Sunday, 30 June 2013

Live Review - Van Der Graaf Generator, Manchester.

Van Der Graaf Generator - cropped
Date: 28th June 2013
Venue: RNCM, Manchester
Gig Buddy : Phil

A few years ago as I was embarking on my first adventures into prog I asked my friend Phil where I should start with VDGG and his initial response was to note that I really was serious about prog then. After that I became distracted by other prog bands old and new but would still revisit VDGG occasionally so when the opportunity arose (and the hotel bill for the Cheltenham trip came to a lot less than I thought it would) I handed over my hard earned cash to Phil for a ticket to see them live.

Not a penny of that ticket money was wasted. I really enjoyed the concert. The band looked so ordinary on the stage that you could have passed them on the street and not realised but the sound they made was extraordinary. Every note was well executed and every song perfectly structured.

The undoubted highlight was A Plague Of Lighthouse Keepers which was welcomed warmly by the appreciative audience and applauded loudly when completely.

The show lasted just under 2 hours with no interval and the set list was eight songs long. However no song felt uncomfortably long and you really didn't notice the passage of time. What was strange was emerging from a gig and it still being light outside.

Thursday, 20 June 2013

Live Review: Rick Wakeman

Date: 16th and 17th June 2013
Venue: Centaur, Cheltenham
Gig Buddies: Phil (both nights), Alex (second night)

I had been looking forward to these shows as soon as I found out about them. When the first bits of information came out about them it was meant to be two different productions, but in the end it was the same show twice. I can't complain, it was great, both nights.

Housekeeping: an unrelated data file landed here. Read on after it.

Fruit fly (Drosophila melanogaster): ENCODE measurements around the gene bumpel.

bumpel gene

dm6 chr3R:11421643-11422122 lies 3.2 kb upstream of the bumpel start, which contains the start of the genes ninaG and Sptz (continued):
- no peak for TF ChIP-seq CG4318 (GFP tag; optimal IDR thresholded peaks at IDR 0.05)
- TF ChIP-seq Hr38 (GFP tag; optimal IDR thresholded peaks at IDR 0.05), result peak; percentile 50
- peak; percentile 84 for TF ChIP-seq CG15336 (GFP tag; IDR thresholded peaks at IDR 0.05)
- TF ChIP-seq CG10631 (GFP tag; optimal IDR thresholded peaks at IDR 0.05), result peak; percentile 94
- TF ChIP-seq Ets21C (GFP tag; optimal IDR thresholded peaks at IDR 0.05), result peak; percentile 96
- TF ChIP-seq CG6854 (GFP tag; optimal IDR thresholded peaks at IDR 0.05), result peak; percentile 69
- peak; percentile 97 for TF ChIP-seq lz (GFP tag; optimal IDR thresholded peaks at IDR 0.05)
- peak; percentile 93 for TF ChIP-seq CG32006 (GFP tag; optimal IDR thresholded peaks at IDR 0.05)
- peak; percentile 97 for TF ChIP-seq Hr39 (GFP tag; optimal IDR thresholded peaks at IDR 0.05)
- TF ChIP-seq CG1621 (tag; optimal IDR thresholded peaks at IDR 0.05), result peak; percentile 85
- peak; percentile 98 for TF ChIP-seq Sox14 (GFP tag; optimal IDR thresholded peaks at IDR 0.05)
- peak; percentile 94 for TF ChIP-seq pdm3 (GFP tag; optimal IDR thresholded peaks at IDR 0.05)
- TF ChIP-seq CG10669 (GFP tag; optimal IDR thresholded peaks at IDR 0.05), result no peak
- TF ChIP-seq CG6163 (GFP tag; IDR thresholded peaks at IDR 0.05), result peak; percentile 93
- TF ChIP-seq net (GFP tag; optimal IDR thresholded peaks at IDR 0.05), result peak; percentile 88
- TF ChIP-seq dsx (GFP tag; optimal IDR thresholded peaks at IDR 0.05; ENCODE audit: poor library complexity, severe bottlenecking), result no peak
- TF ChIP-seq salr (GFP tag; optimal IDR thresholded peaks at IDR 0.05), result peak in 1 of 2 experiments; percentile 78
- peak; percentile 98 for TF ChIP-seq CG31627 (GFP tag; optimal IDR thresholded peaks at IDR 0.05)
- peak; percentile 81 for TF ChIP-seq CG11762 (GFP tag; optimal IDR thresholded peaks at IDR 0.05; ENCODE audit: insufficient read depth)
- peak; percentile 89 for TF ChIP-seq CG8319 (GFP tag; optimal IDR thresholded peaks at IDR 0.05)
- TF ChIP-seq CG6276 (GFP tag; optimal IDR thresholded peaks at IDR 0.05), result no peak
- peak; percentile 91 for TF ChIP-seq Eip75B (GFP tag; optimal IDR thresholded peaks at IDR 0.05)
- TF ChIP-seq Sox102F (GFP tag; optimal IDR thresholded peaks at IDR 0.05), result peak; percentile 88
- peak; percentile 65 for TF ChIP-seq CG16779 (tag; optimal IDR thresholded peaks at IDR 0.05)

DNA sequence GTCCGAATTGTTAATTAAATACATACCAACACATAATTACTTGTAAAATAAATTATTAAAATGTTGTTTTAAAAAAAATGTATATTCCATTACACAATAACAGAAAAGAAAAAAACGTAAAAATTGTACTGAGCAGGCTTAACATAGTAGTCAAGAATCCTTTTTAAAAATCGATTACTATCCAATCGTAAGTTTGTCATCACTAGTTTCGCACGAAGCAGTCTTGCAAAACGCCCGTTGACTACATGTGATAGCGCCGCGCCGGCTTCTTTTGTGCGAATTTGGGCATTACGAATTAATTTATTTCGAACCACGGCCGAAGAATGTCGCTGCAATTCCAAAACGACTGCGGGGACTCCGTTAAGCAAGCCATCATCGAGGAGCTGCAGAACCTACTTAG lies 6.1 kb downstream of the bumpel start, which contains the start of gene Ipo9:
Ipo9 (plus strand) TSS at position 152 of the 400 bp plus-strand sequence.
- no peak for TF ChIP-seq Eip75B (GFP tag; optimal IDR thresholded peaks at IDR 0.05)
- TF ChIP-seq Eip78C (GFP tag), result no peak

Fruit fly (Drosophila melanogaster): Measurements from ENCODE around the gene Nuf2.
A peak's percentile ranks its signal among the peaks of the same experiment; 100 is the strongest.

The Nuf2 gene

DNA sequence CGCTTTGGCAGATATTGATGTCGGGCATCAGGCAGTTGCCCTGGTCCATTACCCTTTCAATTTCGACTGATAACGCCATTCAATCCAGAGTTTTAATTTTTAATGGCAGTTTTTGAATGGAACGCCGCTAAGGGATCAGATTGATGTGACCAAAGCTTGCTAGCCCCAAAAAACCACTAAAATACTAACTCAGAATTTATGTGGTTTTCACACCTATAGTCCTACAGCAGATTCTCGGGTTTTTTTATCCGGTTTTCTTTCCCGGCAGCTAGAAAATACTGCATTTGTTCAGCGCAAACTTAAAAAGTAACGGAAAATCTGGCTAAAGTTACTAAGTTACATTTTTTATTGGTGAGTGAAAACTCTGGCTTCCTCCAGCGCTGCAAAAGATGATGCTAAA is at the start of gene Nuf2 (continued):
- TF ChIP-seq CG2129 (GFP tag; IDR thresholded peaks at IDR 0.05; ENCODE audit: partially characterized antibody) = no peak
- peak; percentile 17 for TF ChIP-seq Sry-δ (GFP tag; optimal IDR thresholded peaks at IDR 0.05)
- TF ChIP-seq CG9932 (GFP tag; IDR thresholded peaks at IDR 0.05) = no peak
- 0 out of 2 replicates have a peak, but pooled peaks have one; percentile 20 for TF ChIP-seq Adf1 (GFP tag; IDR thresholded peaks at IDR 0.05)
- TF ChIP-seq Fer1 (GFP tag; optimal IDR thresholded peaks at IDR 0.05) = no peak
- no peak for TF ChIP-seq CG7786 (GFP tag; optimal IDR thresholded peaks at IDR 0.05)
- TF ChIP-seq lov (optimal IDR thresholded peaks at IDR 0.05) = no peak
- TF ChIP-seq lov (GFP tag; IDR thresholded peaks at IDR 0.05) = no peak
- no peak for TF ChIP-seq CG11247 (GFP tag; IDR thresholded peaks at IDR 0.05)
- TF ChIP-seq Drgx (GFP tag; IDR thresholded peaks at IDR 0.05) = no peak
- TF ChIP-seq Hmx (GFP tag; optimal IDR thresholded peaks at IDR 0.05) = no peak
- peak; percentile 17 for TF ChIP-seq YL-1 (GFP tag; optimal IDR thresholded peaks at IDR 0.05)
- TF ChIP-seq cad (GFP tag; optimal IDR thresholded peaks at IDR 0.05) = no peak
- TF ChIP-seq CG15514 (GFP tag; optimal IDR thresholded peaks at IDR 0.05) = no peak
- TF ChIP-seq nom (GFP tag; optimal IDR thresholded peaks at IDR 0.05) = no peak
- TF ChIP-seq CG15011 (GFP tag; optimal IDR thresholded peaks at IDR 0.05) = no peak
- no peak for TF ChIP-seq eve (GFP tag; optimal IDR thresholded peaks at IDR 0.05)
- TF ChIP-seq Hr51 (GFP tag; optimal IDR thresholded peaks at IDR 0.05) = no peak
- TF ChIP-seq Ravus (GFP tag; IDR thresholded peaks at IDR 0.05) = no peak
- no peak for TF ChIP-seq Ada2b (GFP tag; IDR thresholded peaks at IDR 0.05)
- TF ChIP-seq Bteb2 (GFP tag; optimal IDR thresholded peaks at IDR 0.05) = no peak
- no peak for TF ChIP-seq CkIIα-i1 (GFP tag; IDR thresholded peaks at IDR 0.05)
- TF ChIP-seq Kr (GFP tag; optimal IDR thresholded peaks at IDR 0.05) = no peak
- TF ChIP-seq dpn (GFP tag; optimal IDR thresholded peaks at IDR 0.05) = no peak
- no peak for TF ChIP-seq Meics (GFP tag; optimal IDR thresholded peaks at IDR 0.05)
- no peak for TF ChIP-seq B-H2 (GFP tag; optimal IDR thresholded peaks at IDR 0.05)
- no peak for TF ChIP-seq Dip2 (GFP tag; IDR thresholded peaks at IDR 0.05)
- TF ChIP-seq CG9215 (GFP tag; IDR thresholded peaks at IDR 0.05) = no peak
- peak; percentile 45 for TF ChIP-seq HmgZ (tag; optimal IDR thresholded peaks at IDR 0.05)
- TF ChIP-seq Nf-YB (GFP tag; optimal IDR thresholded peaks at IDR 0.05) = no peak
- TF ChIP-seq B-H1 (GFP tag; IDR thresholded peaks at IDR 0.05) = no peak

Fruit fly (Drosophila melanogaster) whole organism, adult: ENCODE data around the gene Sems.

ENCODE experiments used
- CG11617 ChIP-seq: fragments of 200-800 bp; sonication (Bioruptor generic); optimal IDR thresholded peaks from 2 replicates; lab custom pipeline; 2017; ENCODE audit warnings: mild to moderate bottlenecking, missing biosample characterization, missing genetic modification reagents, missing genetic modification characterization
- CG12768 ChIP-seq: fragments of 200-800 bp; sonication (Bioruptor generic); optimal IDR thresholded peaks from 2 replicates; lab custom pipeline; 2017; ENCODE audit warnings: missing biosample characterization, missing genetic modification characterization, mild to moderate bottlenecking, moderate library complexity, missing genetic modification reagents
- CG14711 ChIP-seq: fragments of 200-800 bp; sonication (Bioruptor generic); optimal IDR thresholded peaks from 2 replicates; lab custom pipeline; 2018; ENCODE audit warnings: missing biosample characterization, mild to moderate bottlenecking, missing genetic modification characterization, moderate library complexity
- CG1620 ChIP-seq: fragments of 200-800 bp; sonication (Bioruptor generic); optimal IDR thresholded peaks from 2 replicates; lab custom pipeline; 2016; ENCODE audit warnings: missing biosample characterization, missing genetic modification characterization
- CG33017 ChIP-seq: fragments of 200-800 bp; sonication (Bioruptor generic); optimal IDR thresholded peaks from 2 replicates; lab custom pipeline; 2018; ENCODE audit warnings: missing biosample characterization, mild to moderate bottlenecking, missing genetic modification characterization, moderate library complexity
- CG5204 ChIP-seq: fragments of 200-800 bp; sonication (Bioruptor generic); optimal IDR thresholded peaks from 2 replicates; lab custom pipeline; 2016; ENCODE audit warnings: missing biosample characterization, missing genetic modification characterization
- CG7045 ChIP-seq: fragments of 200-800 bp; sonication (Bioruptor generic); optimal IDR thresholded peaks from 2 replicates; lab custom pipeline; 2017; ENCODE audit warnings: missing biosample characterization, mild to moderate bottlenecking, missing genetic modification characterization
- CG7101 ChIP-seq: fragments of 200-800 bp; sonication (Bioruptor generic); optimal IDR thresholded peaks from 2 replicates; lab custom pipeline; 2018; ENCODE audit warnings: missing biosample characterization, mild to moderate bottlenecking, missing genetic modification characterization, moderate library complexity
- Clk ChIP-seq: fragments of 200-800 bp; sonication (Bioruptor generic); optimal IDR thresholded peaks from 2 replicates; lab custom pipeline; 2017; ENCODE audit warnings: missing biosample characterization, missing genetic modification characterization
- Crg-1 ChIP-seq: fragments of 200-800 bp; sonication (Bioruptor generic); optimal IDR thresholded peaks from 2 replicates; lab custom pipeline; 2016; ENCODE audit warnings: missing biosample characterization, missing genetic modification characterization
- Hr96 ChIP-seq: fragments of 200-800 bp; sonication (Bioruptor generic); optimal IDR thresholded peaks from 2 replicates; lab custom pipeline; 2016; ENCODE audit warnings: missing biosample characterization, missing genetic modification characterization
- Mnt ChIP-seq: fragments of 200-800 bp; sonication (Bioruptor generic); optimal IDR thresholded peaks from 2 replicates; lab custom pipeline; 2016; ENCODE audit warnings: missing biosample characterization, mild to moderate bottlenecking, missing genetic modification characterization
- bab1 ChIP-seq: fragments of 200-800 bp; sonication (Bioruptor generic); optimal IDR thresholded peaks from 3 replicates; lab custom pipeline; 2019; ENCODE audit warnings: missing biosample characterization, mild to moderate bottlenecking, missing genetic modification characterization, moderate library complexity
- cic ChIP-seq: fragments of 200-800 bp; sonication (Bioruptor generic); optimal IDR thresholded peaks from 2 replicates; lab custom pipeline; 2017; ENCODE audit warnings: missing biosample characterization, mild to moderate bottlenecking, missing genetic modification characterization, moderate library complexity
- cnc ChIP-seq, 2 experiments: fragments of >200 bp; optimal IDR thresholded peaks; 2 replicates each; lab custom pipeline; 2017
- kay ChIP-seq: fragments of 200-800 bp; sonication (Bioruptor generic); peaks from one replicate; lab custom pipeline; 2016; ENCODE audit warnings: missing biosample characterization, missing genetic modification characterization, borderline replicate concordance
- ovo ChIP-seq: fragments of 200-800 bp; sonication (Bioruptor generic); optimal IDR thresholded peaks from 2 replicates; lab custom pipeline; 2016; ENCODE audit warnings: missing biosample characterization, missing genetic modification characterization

Previously I'd only seen Rick on a solo show so didn't really know what to expect from a bigger show. After an interesting day (see my personal blog) my gig buddy, Phil, and I got into the venue in plenty of time to hang around in the bar for a little while. Here Phil bumped into a couple of people that he had met at the Gloucester show the day before. This led to my favourite moment at prog gigs with Phil,
being introduced as being there of my own free will! I know I'm not the only female prog rock fan out there, I know a few over on twitter etc... but sometimes it is very noticeable that certain audiences are predominantly male.

Anyway, that's all by the by really. On to the show. There was an orchestra, a choir and the English Rock Ensemble on the stage. It was just big enough to house them all. The orchestra tuning elicited applause from wags in the audience on the first night, but they got the last laugh when, on the second night, the lead violin took a little bow at the end of the tuning.

The sound on the first night took a while to get properly balanced, a problem that was solved by the second half and certainly gone by the second night.   Lengthy pieces such as vast chunks of The Myths And Legends of King Arthur and The Knights of the Round Table in the first half and the same of Journey To The Centre of the Earth in the second half were neatly balanced with shorter tunes like After The Ball and Gone But Not Forgotten. The
orchestra and choir added depth to the sounds made by the rock musicians creating a fine blend of sounds.  Singer Ashley Holt contributed vocals as required. I was developing a headache by the end of the first half on the first night and this affected my enjoyment somewhat, thank goodness I was fine for the second night and able to take more of it in.